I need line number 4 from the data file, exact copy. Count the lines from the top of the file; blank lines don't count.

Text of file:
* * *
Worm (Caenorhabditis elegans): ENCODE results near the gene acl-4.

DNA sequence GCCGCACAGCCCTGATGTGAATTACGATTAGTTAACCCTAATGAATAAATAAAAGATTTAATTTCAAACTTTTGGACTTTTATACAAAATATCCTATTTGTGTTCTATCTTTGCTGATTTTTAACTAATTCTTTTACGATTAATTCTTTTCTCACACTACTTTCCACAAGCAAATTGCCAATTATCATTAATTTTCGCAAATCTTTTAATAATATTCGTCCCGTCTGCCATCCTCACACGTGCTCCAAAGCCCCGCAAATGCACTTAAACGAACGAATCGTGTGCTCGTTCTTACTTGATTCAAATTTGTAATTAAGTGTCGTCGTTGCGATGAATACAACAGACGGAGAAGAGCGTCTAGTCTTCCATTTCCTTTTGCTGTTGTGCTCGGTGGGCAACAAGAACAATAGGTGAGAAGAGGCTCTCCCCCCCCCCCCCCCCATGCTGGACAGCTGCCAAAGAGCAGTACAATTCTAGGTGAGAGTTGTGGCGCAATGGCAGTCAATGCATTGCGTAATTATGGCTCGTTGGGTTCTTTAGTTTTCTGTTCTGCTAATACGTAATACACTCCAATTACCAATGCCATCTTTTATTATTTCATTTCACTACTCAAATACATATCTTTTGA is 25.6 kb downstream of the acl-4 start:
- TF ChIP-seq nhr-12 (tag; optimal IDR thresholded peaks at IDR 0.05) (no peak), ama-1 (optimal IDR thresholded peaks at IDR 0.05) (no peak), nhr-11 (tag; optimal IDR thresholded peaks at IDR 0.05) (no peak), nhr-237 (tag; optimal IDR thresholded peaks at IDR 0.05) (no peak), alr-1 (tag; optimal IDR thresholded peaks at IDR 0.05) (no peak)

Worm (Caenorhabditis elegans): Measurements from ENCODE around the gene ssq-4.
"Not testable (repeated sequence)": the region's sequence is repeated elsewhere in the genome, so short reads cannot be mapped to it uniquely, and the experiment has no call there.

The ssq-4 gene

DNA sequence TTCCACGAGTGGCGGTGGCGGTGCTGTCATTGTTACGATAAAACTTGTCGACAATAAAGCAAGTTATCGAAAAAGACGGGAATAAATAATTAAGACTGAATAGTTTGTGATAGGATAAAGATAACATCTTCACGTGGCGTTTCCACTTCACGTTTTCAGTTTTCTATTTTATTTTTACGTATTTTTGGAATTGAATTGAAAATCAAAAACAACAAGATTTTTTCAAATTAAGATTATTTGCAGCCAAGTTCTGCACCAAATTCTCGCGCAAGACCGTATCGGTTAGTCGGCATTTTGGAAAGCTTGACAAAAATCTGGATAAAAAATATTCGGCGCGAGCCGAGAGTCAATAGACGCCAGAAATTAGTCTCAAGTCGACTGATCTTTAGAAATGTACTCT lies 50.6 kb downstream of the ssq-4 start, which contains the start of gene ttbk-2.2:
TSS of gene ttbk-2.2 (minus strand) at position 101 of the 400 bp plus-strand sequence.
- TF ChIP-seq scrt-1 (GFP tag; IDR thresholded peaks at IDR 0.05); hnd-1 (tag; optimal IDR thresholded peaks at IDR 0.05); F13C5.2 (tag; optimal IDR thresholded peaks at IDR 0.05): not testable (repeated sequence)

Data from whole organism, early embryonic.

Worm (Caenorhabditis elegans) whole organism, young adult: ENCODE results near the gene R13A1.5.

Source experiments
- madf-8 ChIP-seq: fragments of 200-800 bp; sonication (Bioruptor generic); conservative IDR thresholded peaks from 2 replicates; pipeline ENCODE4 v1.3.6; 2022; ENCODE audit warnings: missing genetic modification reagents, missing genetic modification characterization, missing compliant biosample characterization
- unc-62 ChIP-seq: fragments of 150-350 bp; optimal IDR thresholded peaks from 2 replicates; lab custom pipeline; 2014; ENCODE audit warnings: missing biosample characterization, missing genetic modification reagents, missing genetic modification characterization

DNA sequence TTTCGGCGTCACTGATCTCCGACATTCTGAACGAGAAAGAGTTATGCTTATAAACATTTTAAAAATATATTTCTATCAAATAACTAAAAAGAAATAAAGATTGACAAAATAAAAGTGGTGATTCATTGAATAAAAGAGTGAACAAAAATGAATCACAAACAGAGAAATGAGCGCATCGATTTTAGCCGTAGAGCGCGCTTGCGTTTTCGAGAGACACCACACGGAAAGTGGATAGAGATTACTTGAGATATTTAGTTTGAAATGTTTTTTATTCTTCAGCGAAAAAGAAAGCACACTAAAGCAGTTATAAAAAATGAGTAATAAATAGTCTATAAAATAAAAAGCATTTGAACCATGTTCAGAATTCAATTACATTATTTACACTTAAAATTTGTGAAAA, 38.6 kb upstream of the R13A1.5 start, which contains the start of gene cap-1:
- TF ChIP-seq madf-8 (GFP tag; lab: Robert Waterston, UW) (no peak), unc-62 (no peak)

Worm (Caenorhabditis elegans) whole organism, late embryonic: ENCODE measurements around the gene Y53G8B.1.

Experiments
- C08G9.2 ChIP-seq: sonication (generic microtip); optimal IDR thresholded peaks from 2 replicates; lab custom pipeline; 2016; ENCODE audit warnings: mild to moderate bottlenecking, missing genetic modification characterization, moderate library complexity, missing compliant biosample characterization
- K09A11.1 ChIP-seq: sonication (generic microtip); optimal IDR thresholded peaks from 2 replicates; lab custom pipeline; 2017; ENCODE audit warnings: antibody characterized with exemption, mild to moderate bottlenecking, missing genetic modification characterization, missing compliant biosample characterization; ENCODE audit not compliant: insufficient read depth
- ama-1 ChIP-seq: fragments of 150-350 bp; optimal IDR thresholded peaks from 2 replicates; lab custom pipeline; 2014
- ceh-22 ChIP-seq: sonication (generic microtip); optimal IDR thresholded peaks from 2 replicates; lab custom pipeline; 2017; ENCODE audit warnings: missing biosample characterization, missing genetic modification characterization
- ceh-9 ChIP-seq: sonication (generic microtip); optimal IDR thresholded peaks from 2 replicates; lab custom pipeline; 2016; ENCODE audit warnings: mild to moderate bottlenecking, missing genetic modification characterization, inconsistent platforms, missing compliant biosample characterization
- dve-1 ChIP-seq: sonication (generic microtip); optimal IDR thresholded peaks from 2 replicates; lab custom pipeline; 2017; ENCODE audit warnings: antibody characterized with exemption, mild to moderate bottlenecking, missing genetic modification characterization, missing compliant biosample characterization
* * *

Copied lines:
Worm (Caenorhabditis elegans): Measurements from ENCODE around the gene ssq-4.